A look at what the Manitoba election brings for Indigenous people - APTN NewsAPTN News

A look at what the Manitoba election brings for Indigenous people

Brittany Hobson
APTN News
People in Manitoba are set to hit the polls next week for the 42nd provincial election.

The NDP, Liberals and Green parties are attempting to dethrone the governing Progressive Conservatives.

While many promises have been made from all four parties, what has seemingly been missing is what each party will do for Indigenous people in the province.

Brian Pallister says his government has spent the last three years working to repair relationships with First Nations.

During a press conference he cited the Tories work on the Lake Manitoba and Lake St. Martin Outlet Channels.

“We’re moving on flood protection projects and give people a chance to grow in their own communities,” he said.

“We’ve been working really hard on the duty to consult framework to make sure we’re involving communities and individuals [to] have the chance to be involved in dialogue from top to bottom when we make changes.”

But Pallister’s consultation process was heavily criticized at a First Nation town hall meeting on the flood project last month.

Pallister has also come under fire for axing several agreements with the Manitoba Metis Federation over Hydro projects.

Pallister committed to advocating for Indigenous women and girls.

“I spent a decade of my life standing up for Indigenous women’s rights in respect to matrimonial property,” he said referring to his work as an MP before becoming party leader.

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If re-elected, the Conservatives say they will address the 231 calls for justice from the National Inquiry into Missing and Murdered Indigenous Women and Girls through it’s Gender-Based Violence Committee of Cabinet, which was launched in December.

The NDP is headed by Wab Kinew.

He says his party is committed to creating a cabinet committee to act on the Inquiry’s findings.

“What I can tell you is it’s not going to be me overseeing the recommendations it’s going to be folks like Nahanni Fontaine, Bernadette Smith, Amanda Lathlin who have lived experience of what it’s like to be an Indigenous woman in Manitoba,” said Kinew at a party news conference.

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Kinew is set to make history is his party wins.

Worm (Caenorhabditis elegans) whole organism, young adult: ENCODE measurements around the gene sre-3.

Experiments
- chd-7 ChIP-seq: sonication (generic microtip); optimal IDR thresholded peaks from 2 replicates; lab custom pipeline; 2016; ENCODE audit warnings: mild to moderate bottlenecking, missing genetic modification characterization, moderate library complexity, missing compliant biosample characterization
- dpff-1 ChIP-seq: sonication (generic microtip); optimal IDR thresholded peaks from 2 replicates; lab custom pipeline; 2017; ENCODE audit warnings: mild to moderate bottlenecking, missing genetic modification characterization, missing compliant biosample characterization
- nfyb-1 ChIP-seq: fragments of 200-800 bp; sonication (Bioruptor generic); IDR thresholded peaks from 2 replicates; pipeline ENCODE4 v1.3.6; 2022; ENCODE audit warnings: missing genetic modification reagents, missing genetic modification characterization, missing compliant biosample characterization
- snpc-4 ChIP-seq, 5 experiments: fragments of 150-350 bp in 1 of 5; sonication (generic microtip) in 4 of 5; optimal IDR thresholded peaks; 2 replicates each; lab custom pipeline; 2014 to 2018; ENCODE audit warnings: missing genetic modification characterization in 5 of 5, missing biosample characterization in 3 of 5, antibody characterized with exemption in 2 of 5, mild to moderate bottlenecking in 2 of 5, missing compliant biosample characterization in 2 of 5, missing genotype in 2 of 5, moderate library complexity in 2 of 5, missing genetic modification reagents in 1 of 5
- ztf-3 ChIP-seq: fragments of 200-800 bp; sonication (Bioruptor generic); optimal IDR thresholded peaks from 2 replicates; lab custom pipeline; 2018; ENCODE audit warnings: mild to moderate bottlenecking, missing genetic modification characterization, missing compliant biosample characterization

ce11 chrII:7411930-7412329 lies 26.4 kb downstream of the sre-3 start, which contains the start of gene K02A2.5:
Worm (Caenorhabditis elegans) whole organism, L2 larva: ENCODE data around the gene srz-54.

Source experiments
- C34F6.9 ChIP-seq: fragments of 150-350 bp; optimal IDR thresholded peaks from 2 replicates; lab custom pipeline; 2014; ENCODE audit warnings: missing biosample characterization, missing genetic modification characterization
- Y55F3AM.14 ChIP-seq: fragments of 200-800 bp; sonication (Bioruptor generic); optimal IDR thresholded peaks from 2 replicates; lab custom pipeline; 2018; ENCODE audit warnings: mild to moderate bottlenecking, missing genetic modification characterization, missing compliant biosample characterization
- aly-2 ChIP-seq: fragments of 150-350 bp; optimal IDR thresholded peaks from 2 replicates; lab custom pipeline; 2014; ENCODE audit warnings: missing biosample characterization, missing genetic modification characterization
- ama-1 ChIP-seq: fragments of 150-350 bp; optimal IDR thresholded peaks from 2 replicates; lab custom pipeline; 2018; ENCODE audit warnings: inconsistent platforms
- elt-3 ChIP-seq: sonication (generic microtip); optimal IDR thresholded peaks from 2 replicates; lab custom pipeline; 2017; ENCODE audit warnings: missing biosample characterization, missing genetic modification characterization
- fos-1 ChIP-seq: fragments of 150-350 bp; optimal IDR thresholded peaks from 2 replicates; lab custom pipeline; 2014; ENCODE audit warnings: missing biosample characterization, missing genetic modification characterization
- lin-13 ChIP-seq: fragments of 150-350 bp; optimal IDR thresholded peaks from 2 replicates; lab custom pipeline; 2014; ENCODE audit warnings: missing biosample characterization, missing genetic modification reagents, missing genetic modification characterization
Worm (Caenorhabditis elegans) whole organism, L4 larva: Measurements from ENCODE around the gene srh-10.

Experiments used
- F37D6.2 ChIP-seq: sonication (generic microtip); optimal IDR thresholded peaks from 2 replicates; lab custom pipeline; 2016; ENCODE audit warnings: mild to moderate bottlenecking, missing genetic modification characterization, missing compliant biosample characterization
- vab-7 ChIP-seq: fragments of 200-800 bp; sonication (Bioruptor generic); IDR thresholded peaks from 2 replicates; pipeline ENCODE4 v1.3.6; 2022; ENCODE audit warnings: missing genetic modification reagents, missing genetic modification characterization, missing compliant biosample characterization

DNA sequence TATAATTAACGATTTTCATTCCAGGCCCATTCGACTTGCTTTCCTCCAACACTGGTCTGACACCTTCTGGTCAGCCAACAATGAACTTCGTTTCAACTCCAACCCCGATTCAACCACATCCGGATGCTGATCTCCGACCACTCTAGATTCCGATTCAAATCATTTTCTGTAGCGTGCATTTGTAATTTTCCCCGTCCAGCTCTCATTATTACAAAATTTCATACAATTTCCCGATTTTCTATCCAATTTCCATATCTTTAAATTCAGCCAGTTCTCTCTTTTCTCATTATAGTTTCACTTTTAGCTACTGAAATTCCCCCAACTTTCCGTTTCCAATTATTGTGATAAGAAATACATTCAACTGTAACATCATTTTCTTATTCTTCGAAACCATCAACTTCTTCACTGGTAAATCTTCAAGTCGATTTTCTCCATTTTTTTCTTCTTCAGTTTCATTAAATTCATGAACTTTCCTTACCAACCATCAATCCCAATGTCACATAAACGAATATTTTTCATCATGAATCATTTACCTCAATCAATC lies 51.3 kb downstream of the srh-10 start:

He will be the first First Nations man to become premier of Manitoba.

But his campaign hasn’t been without controversy.

In 2017, a woman came forward with allegations of domestic assault against Kinew, which stemmed from 2003.

Kinew has denied the allegations.

Kinew has repeatedly turned down requests for an interview from APTN News to discuss the campaign and the allegations.

The Tories have made this the focus of attack ads over the past month.

Healthcare is the main plank in the NDP platform, especially for the north.

“That involves more clinics, health centres and specialists being located in the north. We’ll work with northern communities including northern First Nations to bring those services closer to home,” said Kinew.

Green Party leader James Beddome has also stated the importance of healthcare, especially when it comes to youth in remote northern communities.

God’s Lake First Nation recently called a state of emergency after four young people died by suicide over the summer.

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Beddome said his party will take advantage of telehealth options but admits this isn’t always possible.

“It’s even a challenge in some of those communities because even the internet is not reliable so we’d certainly have to look at that. But there is going to be a need to have more psychologists up there,” he said.

The Liberals plan to open 24/7 safe spaces for women fleeing domestic violence.

Party leader Dougald Lamont said if his party forms government they will create a Manitoba police service with an Indigenous-lead unit.

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He added addressing many of the MMIWG Inquiry’s recommendations starts with tackling poverty.

“We’re proposing a basic minimum income for all Manitobans that would basically end Employment and Income Assistance,” said Lamont.

“The goal is to get every Manitoban out of poverty within four years. First Nations are Manitobans as well so we would partner with the federal government to make sure that is working on reserve as well.”

Voters hits the polls on Sept. 10.

bhobson@aptn.ca

@bhobs22

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